Did you know that psychedelics are a popular clinical treatment used in Arizona hospitals and emergency rooms?
While stigma still exists, medical experts have studies showing proven benefits for both mental and physical health, including studies from John Hopkins. The national market is currently at $6.8 billion but is expected to grow to $69 billion by 2027.
At Daytryp Health, we have a team of medical professionals and experts and clinically use ketamine to treat mental health ailments such as PTSD, anxiety and depression, as well as physical ailments. There are many psychedelics used throughout history, but these are the most commonly researched and where they stand in Arizona.
Commonly referred to as ‘magic mushrooms,’ this type of psychedelic medicine grows naturally in several regions of the United States and abroad. Psilocybin has been used ceremonially and therapeutically for hundreds if not thousands of years. Recent research shows there are plenty of psychiatric, mental and physical benefits, which has led to legalization for clinical usage in states such as Oregon, Colorado, and parts of Michigan, to name a few.
Although it’s currently illegal to harvest or use psilocybin for clinical use in Arizona, there is a state bill coming through to push for further clinical research.
MDMA (also known as molly or ecstasy) is illegal in every state in the United States. However, there are numerous studies showing promising clinical usage. Before 1985, psychologists touted the benefits when MDMA was used in talk therapy sessions and this psychedelic is suspected to be extremely useful for the treatment of PTSD.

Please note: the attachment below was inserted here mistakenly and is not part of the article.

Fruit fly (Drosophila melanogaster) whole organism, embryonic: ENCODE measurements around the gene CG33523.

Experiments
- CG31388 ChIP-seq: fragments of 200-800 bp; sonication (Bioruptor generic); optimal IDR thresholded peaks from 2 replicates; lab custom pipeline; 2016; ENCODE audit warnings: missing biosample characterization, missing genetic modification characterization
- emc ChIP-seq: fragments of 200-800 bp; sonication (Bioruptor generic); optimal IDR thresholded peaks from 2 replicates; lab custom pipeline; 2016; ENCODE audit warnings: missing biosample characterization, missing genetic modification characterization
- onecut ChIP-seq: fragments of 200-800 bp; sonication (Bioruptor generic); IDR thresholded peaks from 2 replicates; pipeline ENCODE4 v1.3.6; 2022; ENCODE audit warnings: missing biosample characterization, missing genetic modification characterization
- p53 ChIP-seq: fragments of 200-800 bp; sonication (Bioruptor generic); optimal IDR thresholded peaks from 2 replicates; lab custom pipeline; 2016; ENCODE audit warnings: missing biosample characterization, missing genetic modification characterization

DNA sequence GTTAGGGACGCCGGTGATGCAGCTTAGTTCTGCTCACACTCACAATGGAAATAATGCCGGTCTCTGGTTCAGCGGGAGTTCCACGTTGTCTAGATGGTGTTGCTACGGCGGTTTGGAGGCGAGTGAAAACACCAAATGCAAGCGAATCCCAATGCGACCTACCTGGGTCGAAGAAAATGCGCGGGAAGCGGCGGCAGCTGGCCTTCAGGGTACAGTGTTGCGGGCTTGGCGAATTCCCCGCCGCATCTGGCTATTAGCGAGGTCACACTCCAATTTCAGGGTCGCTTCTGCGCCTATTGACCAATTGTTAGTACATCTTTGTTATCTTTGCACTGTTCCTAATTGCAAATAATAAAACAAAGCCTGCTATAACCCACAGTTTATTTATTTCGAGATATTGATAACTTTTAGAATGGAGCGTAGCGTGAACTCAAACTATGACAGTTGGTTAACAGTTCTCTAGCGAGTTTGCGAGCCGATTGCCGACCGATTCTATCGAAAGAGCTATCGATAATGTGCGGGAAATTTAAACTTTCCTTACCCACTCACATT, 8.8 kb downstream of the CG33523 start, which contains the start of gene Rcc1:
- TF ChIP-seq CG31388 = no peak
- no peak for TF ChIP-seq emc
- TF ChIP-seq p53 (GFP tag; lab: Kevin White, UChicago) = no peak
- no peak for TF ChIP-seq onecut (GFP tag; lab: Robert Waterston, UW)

In 2022, the FDA granted access to MDMA for assisted therapy for patients only in a clinical setting. It’s currently being studied in clinical trials across the states. There is currently a push for the legalization of MDMA for therapeutic usage and experts believe the platform for usage will come in 2024. Just recently, Australia legalized MDMA and all psychedelics for therapeutic use.
Ketamine is FDA- approved for clinical usage since the 1970s. This dissociative anesthetic and analgesic was again approved by the FDA for psychiatric use in 2019, including a nasal spray for depression, and is one of the most commonly researched psychedelics in America.
Ketamine’s neurobiological mechanisms are unique as the psychedelic can change patient perspective on a situation by working with neurotransmitters and NMDA receptors. In 2019, Stanford University released a study on the transformative power of ketamine for severe depression and says it’s a great option for treatment resistant patients.
Our medical experts advise clinical treatment of ketamine be used in a professional setting and not as home, though the option is growing for clinical home usage. A journey guide should always be present for the process and include intake procedures.
Daytryp Health offers ketamine treatments in a relaxed, non-clinical setting with medical professionals. We also offer the “Heroes Program” for military, first responders, frontline healthcare works, correctional officers, 911 dispatchers and teachers which offers a 15% discount. Furthermore, we allot a full scholarship monthly for a package of 3 KAP sessions to those who qualify and can’t afford the treatment. Details on that can be found on our website under Heroes Program.
Visit our website, daytryp.com to learn more about our psychedelic wellness facility in the Arcadia area of Phoenix. Fill out the application to see if you’re eligible for a scholarship that includes three free treatments.
Author: Chris Cohn is the founder of Daytryp Health with a heavy medical background.